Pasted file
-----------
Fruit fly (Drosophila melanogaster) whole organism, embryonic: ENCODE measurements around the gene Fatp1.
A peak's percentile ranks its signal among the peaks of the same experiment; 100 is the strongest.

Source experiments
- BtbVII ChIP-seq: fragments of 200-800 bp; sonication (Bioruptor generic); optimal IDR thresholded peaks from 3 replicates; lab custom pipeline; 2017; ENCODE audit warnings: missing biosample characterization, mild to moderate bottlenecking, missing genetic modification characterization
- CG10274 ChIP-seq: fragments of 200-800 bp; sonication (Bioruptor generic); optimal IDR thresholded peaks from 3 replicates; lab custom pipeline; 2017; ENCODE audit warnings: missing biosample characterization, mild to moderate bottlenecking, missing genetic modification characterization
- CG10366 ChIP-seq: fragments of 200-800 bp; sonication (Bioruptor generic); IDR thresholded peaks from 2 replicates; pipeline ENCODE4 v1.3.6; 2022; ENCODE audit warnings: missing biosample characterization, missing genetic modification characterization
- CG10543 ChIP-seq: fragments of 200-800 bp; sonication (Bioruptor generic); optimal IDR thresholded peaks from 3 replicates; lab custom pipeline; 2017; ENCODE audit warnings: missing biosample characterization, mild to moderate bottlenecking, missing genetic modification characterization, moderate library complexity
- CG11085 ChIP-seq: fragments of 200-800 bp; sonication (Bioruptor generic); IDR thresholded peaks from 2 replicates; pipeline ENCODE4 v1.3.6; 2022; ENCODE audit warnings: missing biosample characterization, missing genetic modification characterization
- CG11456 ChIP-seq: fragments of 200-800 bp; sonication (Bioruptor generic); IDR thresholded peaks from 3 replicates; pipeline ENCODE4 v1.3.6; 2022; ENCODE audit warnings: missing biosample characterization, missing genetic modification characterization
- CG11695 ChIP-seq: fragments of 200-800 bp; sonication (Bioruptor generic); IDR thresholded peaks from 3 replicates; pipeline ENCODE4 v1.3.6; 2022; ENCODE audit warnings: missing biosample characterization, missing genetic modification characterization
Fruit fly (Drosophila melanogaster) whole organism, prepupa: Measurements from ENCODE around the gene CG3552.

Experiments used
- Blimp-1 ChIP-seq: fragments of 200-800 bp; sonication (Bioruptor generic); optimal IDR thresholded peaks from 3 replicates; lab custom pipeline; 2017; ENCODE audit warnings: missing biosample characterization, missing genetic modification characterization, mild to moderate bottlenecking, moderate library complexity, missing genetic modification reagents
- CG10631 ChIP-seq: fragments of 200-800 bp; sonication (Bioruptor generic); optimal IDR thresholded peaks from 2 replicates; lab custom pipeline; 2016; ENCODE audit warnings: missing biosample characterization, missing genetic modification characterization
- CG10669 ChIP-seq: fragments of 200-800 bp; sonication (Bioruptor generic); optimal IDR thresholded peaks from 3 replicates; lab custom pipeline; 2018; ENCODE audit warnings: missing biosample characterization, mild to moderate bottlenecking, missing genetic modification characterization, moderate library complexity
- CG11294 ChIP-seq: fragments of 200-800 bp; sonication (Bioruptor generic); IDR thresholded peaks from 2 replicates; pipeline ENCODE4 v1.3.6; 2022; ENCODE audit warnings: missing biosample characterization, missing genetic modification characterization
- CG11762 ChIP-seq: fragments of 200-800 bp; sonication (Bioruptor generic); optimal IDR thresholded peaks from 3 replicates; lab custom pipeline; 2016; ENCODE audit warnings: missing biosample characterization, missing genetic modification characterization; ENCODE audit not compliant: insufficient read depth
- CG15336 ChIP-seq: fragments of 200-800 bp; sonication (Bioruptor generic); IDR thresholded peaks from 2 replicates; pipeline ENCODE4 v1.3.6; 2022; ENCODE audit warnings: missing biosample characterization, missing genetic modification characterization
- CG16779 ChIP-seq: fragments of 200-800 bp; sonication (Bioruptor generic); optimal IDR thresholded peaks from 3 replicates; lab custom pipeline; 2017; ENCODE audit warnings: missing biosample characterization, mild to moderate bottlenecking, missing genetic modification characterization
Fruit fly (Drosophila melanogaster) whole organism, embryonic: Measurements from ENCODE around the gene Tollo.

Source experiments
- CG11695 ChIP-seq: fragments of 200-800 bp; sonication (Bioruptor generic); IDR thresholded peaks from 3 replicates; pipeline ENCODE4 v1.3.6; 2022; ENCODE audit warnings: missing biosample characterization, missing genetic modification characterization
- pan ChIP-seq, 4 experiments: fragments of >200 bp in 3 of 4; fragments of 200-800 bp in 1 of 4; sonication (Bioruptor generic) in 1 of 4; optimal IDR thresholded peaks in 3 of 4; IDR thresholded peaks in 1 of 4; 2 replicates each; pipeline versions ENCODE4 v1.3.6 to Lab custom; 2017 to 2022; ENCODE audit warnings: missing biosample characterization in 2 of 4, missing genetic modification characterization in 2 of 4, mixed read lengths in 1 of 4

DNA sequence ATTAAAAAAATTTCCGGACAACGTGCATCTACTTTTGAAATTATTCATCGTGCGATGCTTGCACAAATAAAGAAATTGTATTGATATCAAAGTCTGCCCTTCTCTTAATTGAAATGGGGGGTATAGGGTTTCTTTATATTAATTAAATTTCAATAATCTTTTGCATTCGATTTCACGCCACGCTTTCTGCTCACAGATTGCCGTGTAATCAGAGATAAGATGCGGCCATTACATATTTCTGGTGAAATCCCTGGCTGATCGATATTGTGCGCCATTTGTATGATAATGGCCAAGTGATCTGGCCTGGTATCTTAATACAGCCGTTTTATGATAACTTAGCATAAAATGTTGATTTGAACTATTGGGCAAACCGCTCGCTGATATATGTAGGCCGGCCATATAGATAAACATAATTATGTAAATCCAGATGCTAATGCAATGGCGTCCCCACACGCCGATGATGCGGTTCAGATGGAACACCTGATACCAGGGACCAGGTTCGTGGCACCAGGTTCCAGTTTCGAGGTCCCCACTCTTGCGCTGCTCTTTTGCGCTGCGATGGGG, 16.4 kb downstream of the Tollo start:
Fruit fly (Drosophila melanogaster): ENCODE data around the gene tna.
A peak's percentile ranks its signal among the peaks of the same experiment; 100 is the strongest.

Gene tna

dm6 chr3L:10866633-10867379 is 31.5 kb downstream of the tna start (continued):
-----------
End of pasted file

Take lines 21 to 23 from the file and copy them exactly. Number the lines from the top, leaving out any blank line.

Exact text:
Source experiments
- CG11695 ChIP-seq: fragments of 200-800 bp; sonication (Bioruptor generic); IDR thresholded peaks from 3 replicates; pipeline ENCODE4 v1.3.6; 2022; ENCODE audit warnings: missing biosample characterization, missing genetic modification characterization
- pan ChIP-seq, 4 experiments: fragments of >200 bp in 3 of 4; fragments of 200-800 bp in 1 of 4; sonication (Bioruptor generic) in 1 of 4; optimal IDR thresholded peaks in 3 of 4; IDR thresholded peaks in 1 of 4; 2 replicates each; pipeline versions ENCODE4 v1.3.6 to Lab custom; 2017 to 2022; ENCODE audit warnings: missing biosample characterization in 2 of 4, missing genetic modification characterization in 2 of 4, mixed read lengths in 1 of 4